6

Comments

  1. 1
    iconoclast on 12 Aug 2014 #

    Worthy and personal but dull and awkward, and expires long before the seemingly obligatory uninspired fade. FIVE.

  2. 2
    lonepilgrim on 12 Aug 2014 #

    I can remember liking this at the time and still do. I’m not always a fan of self referential songs – I don’t care too much for ‘The Ballad of John and Yoko’ but I quite like ‘Solsbury Hill’. Everything about this seems hushed to me, as if under a blanket of snow, which suits the wintry video and Christmas release date. Instead of anger and retribution in the lyrics there is sympathy and good will – although with a slight passive-aggressive flavour. There’s almost a Narnian quality to the video which might suggest Geri as the (absent) White Queen. Following on from the faerie imagery of ‘Viva Forever’ there’s almost a Magickal quality to these late songs. 7 or 8 for me

  3. 3
    chelovek na lune on 12 Aug 2014 #

    Their second best Xmas single, after “2 Become 1″. Also their second worst Xmas single, after “Too Much”.

    Essentially an extension, thematically at least, of their previous single, this seems like they’ve walked back on stage, one woman down, to give a final encore. (And if only they’d had the good sense to really call it a day then…) Emma still has the loveliest, sweetest, voice of the four – and the old “friendship never ends” theme from the first single is revived, as a coda. Not their finest moment, but creditable, even lovable. 7 or 8

  4. 4
    AMZ1981 on 12 Aug 2014 #

    Bunnying but this wasn’t quite the end – there is still one more Spice Girls chart topper to come. At the time the remaining four were pretty much trumpeting business as usual even though the solo singles had already started (it’s worth noting that there was never a formal split).

    Goodbye was the eighth Spice Girls number one and its solitary week at the summit was the group’s 21st week in all – putting them in a dead heat with Take That as the top chart act of the 90s.

  5. 5
    JLucas on 13 Aug 2014 #

    First off, it’s ‘Look for the rainbow in every storm’ which – while not exactly an inspired piece of advice – is a perfectly fine pop lyric.

  6. 6
    mapman132 on 13 Aug 2014 #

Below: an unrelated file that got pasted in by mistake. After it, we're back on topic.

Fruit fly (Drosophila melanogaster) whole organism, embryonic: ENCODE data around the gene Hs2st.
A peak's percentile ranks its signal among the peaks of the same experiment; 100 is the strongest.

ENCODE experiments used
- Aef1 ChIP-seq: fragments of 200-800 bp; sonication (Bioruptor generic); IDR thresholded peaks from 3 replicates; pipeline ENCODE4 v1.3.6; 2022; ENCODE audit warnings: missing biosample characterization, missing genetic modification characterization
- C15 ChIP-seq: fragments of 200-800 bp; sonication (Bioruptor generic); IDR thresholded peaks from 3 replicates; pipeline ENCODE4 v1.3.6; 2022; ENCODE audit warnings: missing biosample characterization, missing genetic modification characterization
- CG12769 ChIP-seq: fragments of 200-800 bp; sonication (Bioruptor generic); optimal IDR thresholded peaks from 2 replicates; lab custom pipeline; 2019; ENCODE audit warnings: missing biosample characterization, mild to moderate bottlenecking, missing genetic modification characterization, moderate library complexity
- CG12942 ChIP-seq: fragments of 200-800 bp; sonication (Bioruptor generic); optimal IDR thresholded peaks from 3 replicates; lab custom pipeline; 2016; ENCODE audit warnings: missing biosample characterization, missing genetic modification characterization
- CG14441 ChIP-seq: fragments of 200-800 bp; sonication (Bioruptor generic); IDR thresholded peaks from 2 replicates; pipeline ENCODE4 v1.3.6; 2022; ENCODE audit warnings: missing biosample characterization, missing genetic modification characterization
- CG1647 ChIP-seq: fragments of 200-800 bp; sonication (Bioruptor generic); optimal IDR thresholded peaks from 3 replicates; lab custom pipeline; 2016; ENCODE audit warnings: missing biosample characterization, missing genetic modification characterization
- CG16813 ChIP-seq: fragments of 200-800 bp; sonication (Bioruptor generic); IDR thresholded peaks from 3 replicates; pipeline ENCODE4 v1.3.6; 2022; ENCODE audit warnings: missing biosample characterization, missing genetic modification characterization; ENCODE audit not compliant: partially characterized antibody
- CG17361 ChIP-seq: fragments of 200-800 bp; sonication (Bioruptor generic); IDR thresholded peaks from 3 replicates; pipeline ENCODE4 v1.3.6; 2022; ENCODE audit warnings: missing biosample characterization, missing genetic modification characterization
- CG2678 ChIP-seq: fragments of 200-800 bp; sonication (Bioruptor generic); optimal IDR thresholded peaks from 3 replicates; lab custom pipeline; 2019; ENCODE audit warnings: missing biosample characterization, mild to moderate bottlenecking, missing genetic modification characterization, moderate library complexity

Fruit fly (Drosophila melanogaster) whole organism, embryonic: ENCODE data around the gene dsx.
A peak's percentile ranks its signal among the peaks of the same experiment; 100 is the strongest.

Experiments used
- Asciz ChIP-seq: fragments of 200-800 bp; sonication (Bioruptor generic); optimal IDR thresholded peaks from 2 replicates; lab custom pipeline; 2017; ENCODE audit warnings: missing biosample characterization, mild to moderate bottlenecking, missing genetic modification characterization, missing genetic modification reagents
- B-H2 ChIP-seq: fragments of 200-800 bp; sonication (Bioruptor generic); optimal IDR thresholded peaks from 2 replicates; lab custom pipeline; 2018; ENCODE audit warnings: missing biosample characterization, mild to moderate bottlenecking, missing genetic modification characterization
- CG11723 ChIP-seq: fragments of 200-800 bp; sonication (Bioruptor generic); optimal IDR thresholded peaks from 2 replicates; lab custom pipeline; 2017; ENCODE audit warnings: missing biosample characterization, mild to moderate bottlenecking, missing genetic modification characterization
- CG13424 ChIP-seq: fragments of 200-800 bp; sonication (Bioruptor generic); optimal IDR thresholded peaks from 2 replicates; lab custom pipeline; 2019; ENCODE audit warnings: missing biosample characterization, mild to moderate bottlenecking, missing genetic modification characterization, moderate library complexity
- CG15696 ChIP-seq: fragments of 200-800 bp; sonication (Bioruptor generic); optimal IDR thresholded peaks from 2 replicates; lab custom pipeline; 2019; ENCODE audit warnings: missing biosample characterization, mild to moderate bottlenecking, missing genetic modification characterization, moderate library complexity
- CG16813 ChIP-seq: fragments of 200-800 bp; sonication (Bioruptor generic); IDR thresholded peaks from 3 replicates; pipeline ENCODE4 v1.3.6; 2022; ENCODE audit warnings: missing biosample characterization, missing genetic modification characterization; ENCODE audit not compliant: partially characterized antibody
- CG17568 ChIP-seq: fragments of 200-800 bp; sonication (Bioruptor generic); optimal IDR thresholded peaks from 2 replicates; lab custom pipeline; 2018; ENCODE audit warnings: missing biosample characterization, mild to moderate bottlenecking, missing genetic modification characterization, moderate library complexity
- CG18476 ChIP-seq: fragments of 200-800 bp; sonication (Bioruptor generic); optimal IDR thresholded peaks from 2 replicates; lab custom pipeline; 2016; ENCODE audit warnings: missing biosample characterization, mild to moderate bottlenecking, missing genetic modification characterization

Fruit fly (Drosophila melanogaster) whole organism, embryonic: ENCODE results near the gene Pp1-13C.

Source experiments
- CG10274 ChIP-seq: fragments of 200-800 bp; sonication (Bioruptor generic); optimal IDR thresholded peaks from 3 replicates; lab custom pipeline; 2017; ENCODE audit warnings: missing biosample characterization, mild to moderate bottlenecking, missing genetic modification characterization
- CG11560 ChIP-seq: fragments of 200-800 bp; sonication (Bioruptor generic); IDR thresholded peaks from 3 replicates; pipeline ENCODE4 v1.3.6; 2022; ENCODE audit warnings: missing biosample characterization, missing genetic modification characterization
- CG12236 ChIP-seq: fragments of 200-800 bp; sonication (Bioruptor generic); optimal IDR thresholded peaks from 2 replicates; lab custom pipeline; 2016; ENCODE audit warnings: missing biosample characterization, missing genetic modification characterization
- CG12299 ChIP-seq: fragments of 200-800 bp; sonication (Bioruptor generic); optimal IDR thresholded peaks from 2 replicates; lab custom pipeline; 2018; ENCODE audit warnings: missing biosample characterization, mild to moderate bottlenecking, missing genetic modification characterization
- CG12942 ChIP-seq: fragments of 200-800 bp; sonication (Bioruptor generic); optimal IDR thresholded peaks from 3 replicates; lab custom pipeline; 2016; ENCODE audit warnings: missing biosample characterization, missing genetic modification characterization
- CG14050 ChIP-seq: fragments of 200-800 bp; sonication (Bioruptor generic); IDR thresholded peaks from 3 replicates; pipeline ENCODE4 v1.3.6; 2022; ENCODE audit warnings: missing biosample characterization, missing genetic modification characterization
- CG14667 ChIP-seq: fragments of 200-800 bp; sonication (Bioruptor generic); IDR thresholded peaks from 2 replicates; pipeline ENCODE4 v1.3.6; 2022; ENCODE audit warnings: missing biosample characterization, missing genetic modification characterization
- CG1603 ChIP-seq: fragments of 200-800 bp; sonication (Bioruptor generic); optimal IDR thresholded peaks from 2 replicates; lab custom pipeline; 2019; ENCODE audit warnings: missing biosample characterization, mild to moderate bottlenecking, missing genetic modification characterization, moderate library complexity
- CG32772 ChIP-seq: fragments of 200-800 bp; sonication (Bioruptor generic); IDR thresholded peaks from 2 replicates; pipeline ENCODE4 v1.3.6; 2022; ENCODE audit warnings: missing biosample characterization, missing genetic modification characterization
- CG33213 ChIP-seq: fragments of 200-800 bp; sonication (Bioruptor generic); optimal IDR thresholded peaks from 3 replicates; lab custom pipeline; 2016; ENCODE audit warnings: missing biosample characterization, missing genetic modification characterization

And now the UK number one during my second and briefer stay in London that month – basically one night on the floor of a friend in Stepney Green in between a return train trip from Belgium and getting on a plane back to the US the next morning. But the soundtrack for the ride to the airport was not “Goodbye”, it was “Believe” as I related two entries ago. “Goodbye” I never heard at all in 98/99 even though it was a mercurial US hit: Billboard shows it entering at #11, spending two more weeks there, and then making a spectacular nosedive exiting the top 40 two weeks later. Clearly Spice was over in America. Meanwhile a new name had just appeared in the US top 10 while I was out of the country. Apparently the opening act for N Sync. Hmm….

    Hearing “Goodbye” for the first time now, it’s okay but not memorable. 5/10. Somehow the group just seems incomplete without Geri. It seems strangely appropriate for Tom to be talking about SG in past tense even with the remaining bunny.

  7. 7
    JLucas on 13 Aug 2014 #

    For me this completes the holy trinity of Spice Girls ballads – the others being 2 Become 1 and Viva Forever. It’s true that Viva Forever was an eloquent send-off for the Geri era, which leaves this looking like something of a postscript. But that doesn’t take away from its loveliness – there was some seriously classy songwriting going on at Spice HQ which set them apart from pretty much every other major pop group of the era.

    As with 2 Become 1 and Viva Forever, it’s absolutely the Emma and Mel B show. Emma’s warm, heartfelt opening verse sets the tone – it’s deceptively tough to sell very sentimental lyrics without coming off treacly or insincere, but she identifies the song’s emotional centre effortlessly.

    One of the reasons I love these songs so fiercely is the eloquence with which they manage to capture a very specific yet universal emotional state. Yes, superficially it’s the obligatory Goodbye Geri song – and the chorus is perhaps a little bit too on the nose, but listen to Mel B’s pre-chorus, which is almost maternal in its spirit of wisdom and tenderness. “Look for the rainbow in every storm / find out for certain / love’s gonna be there for you / you’ll always be someone’s baby.” Times are about to get tough, but ties that bind aren’t easily broken, and you can go home again.

    10

  8. 8
    Andrew Farrell on 13 Aug 2014 #